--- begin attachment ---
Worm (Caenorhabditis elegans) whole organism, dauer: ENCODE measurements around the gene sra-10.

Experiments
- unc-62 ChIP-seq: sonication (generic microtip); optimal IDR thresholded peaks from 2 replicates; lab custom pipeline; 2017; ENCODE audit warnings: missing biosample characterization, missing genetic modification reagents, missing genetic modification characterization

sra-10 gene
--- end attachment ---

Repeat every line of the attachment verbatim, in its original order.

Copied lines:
Worm (Caenorhabditis elegans) whole organism, dauer: ENCODE measurements around the gene sra-10.

Experiments
- unc-62 ChIP-seq: sonication (generic microtip); optimal IDR thresholded peaks from 2 replicates; lab custom pipeline; 2017; ENCODE audit warnings: missing biosample characterization, missing genetic modification reagents, missing genetic modification characterization

sra-10 gene